original post here.
this pilandokan conference was fun and enlightening for me. gusto ko talaga siyang puntahan di lang dahil nagsusulat ako ng children's TV show ngayon kundi talagang genuinely interested lang ako sa state of children's and young adult lit sa atin today, kasi ito ay genre na ginagalawan ko rin sa aking pampanitikang pamumuhay at panulat.
kaya natawa ako sa komento ng kakilala kong guro sa filipino dept sa KAL, si elyrah, na kelangan daw piktyuran ako dahil rare daw ang tulad ko, na nag-a-attend ng mga kumperensiyang ganito dahil sa talagang interesado ako, di tulad ng iba na nag-a-attend o nagbabasa ng papel sa kumperensiya dahil "points" ito sa aming CV bilang guro para may maidagdag sa iyong promotions sa rank sa pagiging guro sa peyups hehehe.
yes, may ganung factor. :)
ay, ito nga palang guro sa educ na nabanggit ko ay--small world--yung ate pala ng barkada ko noong college sa film, si K, na naging kumare ko paglaon dahil inaanak ko ang anak niyang si kari hehe. hm, miss ko na ang inaanak kong iyon. matalino. laging libro ang regalo ko sa kanya.
at yung binabanggit ko pala diyan na lesbian story for children, yung publisher na napag-usapan namin ay the same publisher na niligwak ang aking novel for young adults na lesbian puppy love ang tema. when i asked kung bakit nila ni-reject ang novel ko, ang sabi lang sa akin "kasi we went with the other submission." tangeeenaaaa. labo. ni ayaw sabihin nung head honcho ng publishing house yung tunay na reason. takot siguro mabansagang homophobic. well, namamana pala ang pagiging macho shit, aney. but that's another blog post :P
Sunday, July 26, 2009
THE SCRIBE VIBE
By Libay Linsangan Cantor
The long but inspiring road to advocacy and children’s literature
AT the recently concluded Second National Conference on Children’s Literature in UP, I got the sentiment that there is still a long way to go when it comes to instilling certain advocacy issues in Philippine children’s literature.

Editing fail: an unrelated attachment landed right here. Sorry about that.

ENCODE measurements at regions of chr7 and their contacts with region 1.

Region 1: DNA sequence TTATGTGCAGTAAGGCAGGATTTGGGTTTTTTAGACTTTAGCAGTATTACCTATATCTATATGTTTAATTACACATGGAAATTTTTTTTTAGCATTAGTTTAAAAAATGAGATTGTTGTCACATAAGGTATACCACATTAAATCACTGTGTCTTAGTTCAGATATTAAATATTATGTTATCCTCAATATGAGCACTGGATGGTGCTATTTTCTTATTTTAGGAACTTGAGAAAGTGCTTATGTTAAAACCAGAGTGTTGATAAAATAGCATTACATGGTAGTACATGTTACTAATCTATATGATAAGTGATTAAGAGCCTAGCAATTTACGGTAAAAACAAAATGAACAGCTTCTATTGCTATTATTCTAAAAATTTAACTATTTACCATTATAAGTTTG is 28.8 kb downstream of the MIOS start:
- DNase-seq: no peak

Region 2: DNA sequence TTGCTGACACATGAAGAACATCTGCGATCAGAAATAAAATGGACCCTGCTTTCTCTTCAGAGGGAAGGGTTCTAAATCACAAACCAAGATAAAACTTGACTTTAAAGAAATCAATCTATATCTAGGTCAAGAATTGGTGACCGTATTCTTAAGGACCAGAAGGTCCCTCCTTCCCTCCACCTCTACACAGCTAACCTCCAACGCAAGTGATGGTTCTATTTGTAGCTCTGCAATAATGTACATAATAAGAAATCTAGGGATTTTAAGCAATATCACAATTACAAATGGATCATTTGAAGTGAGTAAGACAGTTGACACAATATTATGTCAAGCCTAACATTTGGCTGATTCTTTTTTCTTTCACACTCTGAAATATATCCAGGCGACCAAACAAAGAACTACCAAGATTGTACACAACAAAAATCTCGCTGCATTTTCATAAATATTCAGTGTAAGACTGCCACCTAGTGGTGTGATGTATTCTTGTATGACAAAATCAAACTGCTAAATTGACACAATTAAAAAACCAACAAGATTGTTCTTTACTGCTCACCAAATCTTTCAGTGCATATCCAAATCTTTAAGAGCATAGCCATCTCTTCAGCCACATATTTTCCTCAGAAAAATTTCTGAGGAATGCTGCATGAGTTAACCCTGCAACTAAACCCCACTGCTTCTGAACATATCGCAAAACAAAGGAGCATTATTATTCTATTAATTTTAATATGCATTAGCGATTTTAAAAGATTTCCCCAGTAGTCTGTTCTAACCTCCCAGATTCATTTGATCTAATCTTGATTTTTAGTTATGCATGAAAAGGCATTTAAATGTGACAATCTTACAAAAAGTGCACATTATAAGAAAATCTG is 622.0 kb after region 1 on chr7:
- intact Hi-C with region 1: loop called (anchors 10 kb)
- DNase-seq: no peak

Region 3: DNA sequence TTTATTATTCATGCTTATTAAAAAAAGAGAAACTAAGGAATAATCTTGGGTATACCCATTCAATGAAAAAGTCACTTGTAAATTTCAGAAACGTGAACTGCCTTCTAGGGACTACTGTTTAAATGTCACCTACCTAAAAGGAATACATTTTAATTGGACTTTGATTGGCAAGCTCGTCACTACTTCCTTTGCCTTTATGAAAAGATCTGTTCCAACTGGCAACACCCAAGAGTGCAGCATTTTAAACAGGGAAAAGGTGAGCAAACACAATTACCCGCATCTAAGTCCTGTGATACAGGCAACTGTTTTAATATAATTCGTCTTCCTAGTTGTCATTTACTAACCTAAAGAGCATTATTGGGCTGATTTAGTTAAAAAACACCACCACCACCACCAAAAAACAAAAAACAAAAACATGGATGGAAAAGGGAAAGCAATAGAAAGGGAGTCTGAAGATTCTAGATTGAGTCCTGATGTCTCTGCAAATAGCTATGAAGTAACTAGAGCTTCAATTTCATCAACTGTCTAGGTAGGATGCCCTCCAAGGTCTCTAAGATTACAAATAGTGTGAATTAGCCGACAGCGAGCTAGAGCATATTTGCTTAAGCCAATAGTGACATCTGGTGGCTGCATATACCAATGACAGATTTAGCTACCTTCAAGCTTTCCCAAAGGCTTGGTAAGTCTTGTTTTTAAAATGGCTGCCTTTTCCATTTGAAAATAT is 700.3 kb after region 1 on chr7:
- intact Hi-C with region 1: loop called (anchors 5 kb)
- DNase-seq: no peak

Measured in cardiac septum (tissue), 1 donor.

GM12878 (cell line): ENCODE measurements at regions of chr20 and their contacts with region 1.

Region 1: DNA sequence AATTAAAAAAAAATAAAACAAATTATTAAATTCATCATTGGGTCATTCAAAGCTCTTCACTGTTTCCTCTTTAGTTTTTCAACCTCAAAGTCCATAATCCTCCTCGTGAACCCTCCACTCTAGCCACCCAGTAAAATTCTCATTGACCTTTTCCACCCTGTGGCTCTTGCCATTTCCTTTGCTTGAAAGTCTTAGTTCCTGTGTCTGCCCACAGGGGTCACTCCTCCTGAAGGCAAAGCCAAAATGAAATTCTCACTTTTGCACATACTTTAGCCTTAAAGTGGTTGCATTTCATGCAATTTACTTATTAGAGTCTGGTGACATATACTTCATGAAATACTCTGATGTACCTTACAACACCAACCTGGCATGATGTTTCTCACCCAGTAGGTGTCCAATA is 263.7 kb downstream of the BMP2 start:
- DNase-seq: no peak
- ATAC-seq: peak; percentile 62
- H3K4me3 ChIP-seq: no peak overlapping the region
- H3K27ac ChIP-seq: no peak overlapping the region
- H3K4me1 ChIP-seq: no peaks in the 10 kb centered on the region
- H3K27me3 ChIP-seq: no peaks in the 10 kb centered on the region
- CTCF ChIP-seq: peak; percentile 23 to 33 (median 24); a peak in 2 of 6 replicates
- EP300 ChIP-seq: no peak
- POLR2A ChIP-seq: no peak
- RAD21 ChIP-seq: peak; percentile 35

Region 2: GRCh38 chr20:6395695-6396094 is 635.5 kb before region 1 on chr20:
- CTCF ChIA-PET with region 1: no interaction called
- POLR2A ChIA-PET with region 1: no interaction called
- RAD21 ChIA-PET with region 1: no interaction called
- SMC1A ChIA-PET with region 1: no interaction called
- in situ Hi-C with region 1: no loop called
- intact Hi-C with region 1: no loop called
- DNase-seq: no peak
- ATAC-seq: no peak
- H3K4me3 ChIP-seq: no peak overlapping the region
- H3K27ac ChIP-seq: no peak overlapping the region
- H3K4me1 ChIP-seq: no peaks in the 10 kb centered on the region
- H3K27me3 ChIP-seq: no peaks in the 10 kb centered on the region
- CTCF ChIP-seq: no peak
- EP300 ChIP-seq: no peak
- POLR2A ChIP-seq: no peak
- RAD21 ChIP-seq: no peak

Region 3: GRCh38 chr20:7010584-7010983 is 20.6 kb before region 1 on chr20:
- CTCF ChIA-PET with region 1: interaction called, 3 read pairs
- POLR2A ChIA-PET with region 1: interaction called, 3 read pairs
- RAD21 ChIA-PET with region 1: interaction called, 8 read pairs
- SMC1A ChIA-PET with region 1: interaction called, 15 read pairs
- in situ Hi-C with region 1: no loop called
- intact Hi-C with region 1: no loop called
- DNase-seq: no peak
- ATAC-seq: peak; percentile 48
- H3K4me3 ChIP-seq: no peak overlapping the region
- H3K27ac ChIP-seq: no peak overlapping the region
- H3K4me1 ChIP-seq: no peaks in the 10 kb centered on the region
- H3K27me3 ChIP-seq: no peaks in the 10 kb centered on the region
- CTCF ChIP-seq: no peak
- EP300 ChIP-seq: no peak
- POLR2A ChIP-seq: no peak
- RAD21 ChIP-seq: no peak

In a casual conversation with UP College of Education professor Portia Padilla, a conference speaker, she estimated that it takes about ten years for a “trend” to emerge when it comes to instilling social issues in stories written for children. For instance, she cites that today, we already have stories featuring persons with disabilities (PWD), notably the deaf. I remember when death was also a shunned issue, a discussion we had in my graduate studies class on writing children’s literature some ten years ago. But now, there are several books that feature this topic. Indeed, a good ten years after. Prof. Padilla’s estimation is spot on.
Besides various PWD issues, there are also stories now featuring issues of changing family structures, notably stories featuring children in so-called broken homes (parents are separated) and stories where one parent is “absent” because he or she has to work as an overseas worker (the so-called OFW narrative.)
Another development I am personally happy about is the articulation of domestic violence, specifically sexual abuse toward girls, in children’s literature. I just bough a 2007 publication by Adarna House entitled Ang Lihim Ni Lea (Lea’s Secret) authored by award-winning children’s writer Augie Rivera and illustrated by Ghani Madueño. The fictional story discusses a little girl’s plight of being sexually abused by her own father, as her mother is away. I know that such stories have been sadly happening in real life for decades, and it’s about time publishers acknowledged that this problem should be articulated and discussed with children, especially those who are survivors of such abuse. Such publications hope to encourage other children who are in similar situations to speak up, stand up and seek help. Hope, after all, is the primary ingredient present in any story written for children.
I now wonder about another sensitive topic, children with gay or lesbian parents, and when this will become a “trend” in our literature. There are already many western publications discussing such stories in both children’s and young adult literature, but the local scene looks bleak when it comes to this issue. Prof. Padilla mentioned a publisher’s “dichotomy” regarding the issue, as they say “we are not yet ready” for such publications but as stand-alone stories (say, those that are entered in competitions like the Palanca), they could be merited as good and radical. Yes, good and radical award-winning stories sometimes never see the light of publication because their topics feature “taboo” issues like homosexuality. Ironic, isn’t it?
A long road indeed, but not a winding one, to quote that Beatles song. Things are positively looking up, somewhat. I guess we advocates just better be patient just a bit more—and continue writing until we get read and heard.
Comments? Suggestions? E-mail firstname.lastname@example.org. She is also at libaycantor.multiply.com.